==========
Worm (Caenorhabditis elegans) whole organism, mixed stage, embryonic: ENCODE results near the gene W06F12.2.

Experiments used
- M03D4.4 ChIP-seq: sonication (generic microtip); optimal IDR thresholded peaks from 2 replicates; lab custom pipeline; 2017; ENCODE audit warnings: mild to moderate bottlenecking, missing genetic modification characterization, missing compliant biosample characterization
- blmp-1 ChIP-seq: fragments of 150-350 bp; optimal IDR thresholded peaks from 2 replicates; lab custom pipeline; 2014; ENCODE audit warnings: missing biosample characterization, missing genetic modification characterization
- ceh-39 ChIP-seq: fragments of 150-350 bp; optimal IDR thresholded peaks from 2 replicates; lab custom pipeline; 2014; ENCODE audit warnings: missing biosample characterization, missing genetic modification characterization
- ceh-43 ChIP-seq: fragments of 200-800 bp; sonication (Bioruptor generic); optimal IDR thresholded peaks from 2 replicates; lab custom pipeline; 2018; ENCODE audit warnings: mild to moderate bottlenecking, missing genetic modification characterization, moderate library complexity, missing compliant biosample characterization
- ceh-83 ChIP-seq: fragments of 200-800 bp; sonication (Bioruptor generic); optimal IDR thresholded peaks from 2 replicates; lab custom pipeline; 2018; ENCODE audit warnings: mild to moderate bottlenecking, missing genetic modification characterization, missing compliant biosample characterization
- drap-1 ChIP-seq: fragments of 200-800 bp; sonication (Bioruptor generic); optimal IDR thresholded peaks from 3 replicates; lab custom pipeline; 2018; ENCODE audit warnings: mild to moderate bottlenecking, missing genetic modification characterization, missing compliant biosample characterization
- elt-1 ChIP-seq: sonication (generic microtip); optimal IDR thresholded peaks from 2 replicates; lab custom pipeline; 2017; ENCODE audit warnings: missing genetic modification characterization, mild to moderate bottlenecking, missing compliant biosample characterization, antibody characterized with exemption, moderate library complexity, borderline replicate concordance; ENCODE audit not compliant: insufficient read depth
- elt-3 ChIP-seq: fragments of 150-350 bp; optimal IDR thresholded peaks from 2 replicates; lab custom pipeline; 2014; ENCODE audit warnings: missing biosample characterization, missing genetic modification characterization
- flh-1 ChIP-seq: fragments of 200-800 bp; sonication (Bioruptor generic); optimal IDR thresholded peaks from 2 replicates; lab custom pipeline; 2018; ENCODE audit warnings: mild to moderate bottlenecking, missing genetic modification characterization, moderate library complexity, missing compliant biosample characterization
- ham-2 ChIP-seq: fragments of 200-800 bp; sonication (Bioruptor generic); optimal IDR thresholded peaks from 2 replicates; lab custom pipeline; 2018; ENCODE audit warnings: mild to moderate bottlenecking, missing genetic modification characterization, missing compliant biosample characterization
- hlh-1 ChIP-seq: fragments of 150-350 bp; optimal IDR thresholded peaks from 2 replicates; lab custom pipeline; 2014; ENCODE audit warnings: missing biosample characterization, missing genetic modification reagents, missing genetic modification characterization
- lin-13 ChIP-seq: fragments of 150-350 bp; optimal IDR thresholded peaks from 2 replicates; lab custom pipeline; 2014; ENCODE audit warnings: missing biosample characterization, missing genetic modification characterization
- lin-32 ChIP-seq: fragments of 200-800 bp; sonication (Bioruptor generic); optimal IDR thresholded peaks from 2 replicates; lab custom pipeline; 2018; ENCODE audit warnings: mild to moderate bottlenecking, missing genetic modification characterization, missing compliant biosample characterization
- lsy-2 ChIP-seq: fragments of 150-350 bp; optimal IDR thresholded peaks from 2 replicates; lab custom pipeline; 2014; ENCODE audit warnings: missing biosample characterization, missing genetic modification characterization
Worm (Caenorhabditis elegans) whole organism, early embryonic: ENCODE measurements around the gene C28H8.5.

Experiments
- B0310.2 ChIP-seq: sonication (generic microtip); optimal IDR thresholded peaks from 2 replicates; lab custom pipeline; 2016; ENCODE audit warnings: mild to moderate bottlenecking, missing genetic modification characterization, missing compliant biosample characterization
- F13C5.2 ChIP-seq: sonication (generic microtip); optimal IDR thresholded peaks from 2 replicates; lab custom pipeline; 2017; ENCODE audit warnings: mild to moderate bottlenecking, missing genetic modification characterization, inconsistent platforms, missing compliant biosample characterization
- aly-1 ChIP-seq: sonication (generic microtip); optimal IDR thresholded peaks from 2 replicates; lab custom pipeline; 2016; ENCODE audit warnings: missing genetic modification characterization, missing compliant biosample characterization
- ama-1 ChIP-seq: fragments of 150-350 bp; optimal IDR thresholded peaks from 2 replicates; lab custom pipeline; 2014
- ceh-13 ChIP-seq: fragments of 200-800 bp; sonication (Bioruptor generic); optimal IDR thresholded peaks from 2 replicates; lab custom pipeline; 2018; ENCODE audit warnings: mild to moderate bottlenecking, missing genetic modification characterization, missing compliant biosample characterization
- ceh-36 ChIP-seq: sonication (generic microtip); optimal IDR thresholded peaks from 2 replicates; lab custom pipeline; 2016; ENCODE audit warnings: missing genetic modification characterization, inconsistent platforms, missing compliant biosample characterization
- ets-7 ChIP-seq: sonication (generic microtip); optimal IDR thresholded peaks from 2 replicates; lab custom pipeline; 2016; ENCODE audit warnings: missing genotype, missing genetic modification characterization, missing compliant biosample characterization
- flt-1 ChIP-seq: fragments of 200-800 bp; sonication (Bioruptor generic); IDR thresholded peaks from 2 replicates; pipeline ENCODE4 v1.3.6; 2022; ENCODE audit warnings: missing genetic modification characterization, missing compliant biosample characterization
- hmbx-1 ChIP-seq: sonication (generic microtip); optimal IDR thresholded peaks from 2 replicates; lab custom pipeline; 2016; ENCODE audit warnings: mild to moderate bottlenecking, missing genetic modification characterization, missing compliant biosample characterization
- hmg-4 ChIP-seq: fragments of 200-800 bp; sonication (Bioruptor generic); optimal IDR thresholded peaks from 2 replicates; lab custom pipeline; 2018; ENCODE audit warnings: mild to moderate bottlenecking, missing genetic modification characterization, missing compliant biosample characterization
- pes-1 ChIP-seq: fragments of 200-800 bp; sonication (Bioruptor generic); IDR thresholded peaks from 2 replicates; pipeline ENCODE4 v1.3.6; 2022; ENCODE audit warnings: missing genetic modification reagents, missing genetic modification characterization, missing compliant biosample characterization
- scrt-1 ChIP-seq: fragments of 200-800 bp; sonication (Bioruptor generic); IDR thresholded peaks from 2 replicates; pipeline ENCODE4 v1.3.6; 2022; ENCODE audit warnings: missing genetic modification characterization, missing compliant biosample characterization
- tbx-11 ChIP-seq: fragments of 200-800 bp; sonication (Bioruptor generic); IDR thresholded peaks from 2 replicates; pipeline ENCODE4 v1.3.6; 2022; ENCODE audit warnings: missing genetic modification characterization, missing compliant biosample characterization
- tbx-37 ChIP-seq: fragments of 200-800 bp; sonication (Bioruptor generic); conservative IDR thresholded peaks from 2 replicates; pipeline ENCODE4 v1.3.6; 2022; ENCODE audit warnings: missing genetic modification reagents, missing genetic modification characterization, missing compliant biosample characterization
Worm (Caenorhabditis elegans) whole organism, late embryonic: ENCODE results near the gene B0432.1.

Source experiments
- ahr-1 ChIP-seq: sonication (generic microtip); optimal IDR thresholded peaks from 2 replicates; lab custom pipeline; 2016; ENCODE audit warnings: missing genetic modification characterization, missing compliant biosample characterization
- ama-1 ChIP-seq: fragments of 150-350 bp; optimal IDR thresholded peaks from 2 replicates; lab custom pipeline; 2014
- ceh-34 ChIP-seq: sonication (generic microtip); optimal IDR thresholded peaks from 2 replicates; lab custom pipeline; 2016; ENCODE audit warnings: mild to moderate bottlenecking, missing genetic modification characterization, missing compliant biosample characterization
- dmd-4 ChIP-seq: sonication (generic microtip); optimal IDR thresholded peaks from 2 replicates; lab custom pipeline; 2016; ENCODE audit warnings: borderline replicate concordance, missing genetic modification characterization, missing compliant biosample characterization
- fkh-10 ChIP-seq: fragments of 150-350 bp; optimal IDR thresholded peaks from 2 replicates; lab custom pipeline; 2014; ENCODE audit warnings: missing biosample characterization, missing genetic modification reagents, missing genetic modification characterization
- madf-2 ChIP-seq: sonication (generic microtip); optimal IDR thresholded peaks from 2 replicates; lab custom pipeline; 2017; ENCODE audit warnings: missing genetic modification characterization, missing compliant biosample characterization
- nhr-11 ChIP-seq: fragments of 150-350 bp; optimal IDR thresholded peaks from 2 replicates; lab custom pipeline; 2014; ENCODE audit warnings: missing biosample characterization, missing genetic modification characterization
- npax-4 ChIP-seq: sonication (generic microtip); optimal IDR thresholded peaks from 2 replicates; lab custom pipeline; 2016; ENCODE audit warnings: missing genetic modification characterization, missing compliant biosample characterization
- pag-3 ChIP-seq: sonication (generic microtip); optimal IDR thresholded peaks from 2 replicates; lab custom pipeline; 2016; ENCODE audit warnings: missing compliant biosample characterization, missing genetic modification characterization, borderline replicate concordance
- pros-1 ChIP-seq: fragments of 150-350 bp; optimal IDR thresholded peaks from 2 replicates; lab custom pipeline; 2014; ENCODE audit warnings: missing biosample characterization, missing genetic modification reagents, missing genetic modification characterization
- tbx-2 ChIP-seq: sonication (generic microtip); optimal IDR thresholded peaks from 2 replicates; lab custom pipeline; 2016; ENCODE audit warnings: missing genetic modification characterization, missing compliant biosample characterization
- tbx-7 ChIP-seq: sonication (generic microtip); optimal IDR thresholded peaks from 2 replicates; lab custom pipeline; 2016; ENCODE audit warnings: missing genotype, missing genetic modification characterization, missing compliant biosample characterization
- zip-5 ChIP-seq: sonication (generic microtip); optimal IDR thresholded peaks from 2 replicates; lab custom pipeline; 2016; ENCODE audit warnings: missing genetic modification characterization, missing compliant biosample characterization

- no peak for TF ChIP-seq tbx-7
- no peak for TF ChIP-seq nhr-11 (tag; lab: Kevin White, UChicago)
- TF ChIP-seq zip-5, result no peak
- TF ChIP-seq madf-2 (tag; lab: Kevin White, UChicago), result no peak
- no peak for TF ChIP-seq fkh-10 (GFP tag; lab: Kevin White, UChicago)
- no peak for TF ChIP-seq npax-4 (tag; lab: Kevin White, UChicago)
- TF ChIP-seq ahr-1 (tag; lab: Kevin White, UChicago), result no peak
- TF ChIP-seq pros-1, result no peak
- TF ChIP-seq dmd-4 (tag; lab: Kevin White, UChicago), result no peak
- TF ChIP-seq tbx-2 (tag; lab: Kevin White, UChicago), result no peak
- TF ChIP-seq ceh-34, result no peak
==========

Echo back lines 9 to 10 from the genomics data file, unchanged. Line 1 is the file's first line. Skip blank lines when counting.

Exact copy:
- elt-1 ChIP-seq: sonication (generic microtip); optimal IDR thresholded peaks from 2 replicates; lab custom pipeline; 2017; ENCODE audit warnings: missing genetic modification characterization, mild to moderate bottlenecking, missing compliant biosample characterization, antibody characterized with exemption, moderate library complexity, borderline replicate concordance; ENCODE audit not compliant: insufficient read depth
- elt-3 ChIP-seq: fragments of 150-350 bp; optimal IDR thresholded peaks from 2 replicates; lab custom pipeline; 2014; ENCODE audit warnings: missing biosample characterization, missing genetic modification characterization